Is It Time For Auditors To Get Out Of Control?

Bruce McCuaig

Speaking recently at the IIA GRC conference, I began by asking the audience to raise their hands to indicate if they or their departments had provided opinions on:

  • Internal control effectiveness
  • Risk management effectiveness
  • Compliance effectiveness
  • Loss management practices

With  very few exceptions, internal controls were the sole focus.

I began my presentation by suggesting it was time for internal auditors to get out of control—they were adding no value there, and their presence was desperately needed elsewhere.

Audit resources wasted, or worse

A number of recent studies indicate that stakeholders expect more value from internal audit. Other studies have found that internal auditors focus on core operational activities rather than strategic risks.

It’s hard to come to any conclusion other than audit resources are misplaced.

What’s the mission of internal audit? According to the IIA, it is “to enhance and protect organizational value by providing risk-based and objective assurance, advice, and insight.”

  • Is it likely that internal audit can add value by focusing on control-intensive business processes?
  • Have internal auditors adopted automation, embraced technologies, and transformed their practices for assessing control effectiveness?
  • Has the internal auditing profession applied technology in a meaningful way?
  • Do audit standards even require the use of technology?

By focusing on internal control effectiveness, internal auditors are 1) contributing to the problem by assuming accountability management should own, and 2) preventing progress.

Is it possible that the time has come for internal auditors to step aside from their focus on internal control? Is it possible to meet stakeholder expectations to add value by focusing on non-value-adding activities?

Years ago, when you drove to a gas station, your car was automatically “audited” by the gas station attendant. Your tire pressure was manually tested. Your oil level and possibly your transmission fluid and radiator were visually inspected.

Today these controls are all automated. Can we do the same for controls in business?

Control is a management problem, not an audit problem

In his recent blog, How to Do Your Internal Audit Risk Assessment, Norman Marks, a former colleague at SAP and a long-time practitioner with whom I often disagree, makes some of the same points and comes to a similar conclusion.

Some years ago I was on the board of a midsize public sector organization. Due to the nature of the business, our finance and accounting team could not produce reliable financial statements on a timely basis. The board wrestled with the problem. We had a number of proposals to perform risk assessments and other consulting services. Finally, we came to a conclusion.

Yes, there were complexities in producing our financial statements, but they weren’t unusual. We decided that if our finance head could not find a way to meet the board’s needs, we would find someone who could. It wasn’t a control problem or an accounting problem. It was a management problem. We changed the management and the problem was solved in 60 days.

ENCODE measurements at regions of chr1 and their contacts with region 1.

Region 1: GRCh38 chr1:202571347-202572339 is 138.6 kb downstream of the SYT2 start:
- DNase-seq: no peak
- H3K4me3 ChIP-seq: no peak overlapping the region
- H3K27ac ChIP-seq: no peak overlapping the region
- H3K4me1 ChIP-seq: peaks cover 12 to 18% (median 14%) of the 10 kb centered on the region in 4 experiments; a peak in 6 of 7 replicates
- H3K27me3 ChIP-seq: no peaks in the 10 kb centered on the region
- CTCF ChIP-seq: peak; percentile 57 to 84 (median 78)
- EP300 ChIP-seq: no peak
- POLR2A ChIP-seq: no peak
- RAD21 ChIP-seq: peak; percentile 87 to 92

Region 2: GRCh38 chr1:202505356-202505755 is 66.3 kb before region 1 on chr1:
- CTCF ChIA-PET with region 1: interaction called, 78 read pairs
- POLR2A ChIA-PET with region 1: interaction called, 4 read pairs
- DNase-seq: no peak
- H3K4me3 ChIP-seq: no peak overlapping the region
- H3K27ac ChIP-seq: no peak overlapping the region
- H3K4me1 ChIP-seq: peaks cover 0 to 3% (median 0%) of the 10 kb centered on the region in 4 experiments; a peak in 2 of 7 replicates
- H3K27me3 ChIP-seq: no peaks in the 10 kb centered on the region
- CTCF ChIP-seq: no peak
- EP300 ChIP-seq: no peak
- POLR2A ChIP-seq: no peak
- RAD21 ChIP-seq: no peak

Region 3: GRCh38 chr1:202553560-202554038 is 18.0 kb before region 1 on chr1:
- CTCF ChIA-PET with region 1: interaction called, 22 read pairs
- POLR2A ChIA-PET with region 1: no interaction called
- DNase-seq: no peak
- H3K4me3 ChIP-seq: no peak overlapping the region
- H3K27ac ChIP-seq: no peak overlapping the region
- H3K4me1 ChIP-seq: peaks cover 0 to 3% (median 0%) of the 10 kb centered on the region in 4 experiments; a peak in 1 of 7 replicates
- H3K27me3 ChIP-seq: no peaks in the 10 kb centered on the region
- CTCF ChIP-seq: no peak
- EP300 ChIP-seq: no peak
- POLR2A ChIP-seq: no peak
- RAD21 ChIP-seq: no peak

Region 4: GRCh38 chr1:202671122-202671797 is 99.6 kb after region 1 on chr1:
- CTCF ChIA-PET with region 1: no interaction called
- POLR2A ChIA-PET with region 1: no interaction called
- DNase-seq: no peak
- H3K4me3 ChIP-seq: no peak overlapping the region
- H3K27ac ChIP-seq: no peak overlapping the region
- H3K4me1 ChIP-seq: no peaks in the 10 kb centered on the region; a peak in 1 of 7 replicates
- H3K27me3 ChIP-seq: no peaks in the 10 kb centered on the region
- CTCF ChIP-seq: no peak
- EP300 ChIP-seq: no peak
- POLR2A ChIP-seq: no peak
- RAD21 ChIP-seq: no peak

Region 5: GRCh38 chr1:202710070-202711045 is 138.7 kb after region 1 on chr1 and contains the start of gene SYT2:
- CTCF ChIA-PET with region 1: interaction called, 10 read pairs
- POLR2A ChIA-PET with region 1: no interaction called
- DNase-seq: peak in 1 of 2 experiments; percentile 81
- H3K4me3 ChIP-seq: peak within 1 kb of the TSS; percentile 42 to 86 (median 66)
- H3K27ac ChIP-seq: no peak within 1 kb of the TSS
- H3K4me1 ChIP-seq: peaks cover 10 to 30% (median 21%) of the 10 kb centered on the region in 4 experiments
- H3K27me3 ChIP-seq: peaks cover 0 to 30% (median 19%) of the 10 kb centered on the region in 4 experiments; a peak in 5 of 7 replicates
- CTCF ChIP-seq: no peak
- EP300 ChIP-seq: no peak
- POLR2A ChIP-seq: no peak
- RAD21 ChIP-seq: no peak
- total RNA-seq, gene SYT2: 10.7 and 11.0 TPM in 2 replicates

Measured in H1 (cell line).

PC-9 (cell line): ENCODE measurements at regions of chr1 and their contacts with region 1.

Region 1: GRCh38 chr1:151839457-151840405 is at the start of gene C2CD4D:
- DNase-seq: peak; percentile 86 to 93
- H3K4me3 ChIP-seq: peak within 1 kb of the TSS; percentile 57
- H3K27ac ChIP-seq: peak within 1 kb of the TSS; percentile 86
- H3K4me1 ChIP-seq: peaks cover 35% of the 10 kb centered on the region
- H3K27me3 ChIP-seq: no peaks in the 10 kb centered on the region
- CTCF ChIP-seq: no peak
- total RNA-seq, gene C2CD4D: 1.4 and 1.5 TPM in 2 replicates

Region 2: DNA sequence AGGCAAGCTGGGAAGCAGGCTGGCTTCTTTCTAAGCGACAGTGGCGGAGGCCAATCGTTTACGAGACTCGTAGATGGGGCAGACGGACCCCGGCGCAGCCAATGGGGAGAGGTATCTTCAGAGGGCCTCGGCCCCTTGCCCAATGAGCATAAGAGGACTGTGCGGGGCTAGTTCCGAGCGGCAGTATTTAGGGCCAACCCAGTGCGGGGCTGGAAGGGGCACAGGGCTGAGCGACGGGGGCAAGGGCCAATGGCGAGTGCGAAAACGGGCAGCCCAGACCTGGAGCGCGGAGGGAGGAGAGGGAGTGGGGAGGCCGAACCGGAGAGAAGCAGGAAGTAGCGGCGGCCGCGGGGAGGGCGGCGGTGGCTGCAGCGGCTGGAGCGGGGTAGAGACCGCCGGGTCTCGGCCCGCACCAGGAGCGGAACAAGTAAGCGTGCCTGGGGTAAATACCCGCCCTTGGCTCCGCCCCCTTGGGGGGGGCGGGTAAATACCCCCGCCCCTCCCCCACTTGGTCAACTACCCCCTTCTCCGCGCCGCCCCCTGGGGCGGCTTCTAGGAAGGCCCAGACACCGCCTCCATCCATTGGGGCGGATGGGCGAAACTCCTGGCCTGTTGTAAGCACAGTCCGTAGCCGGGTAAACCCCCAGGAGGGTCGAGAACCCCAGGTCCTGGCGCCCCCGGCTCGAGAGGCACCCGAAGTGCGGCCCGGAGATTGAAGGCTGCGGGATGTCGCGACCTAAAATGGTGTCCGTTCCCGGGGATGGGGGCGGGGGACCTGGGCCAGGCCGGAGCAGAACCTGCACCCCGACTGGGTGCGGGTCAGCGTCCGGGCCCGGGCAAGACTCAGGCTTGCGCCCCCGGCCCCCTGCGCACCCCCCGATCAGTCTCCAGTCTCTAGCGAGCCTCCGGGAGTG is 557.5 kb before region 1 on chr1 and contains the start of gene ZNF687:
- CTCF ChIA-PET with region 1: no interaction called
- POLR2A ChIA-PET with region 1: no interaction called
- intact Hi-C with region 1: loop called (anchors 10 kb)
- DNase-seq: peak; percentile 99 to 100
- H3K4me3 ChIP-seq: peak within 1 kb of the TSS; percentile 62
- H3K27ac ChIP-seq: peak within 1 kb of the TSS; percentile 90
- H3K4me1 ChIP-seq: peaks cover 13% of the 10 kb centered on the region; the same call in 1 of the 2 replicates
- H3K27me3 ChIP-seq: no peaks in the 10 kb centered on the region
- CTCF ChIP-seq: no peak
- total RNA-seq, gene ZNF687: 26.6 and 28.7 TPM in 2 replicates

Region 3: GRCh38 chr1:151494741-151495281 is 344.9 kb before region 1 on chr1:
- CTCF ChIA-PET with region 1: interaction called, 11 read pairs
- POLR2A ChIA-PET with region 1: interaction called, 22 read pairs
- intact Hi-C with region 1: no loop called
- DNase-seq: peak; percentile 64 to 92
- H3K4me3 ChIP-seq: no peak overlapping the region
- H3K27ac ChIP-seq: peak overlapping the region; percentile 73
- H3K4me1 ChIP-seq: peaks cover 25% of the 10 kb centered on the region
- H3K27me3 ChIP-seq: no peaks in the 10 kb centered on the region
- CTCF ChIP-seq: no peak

In most of our core business systems (procure to pay, billing systems, payroll), inventory systems, and even information technology, I would suggest that greater than 95% of things that could go wrong are known. To me, in those core systems, we have a management problem, not a control problem, if risks can’t be managed.

Dashboards, not dipsticks

How can auditors help?

  • Internal auditors can consult on practices to automate controls and practices in our core business processes in such a way that traditional audits aren’t necessary.
  • Internal auditors can promote and teach control self-assessment and control design practices.
  • Internal auditors can provide opinions on the quality of management control assessments.

Worse yet, is internal audit hampering the automation of controls by continuing its focus? Are there better things for internal auditors to do?

“Skate to where the puck is going to be…”

Wayne Gretzsky used this philosophy to explain his success as a hockey player. It’s also apt advice for internal auditors. Internal auditors are skating not to where the puck is, but to where the puck was yesterday.

The focus should be adding value by assessing strategic risks, by providing advice and assurance on compliance, and by assessing loss management practices.

These all require an understanding of and a focus on the future of the business, not the past.

I would add, it’s management’s job to handle the puck today. Let them do it.

What do you think? As always, I’m interested in your comments.

For more on this subject

At SAP we have developed an experimental and free iOS app for iPads that is intended to assist internal auditors and others develop appropriate strategies and use appropriate tools. You can download the SAP GRC Strategy Selector App.

Finally, I recommend you watch this recent Compliance Week webcast by Honeywell outlining their internal audit department’s “One View of Risk” initiative.

This article, GRC Tuesdays: Is It Time for Auditors to Get Out of Control?, originally appeared on the SAP BusinessObjects Analytics blog and has been republished with permission.

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Bruce McCuaig

About Bruce McCuaig

Bruce McCuaig is director of Product Marketing at SAP GRC solutions. He is responsible for development and execution of the product marketing strategy for SAP Risk Management, SAP Audit Management, and SAP solutions for three lines of defense. Bruce has extensive experience in industry as a finance professional, as a chief risk officer, and as a chief audit executive. He has written and spoken extensively on GRC topics and has worked with clients around the world implementing GRC solutions and technology.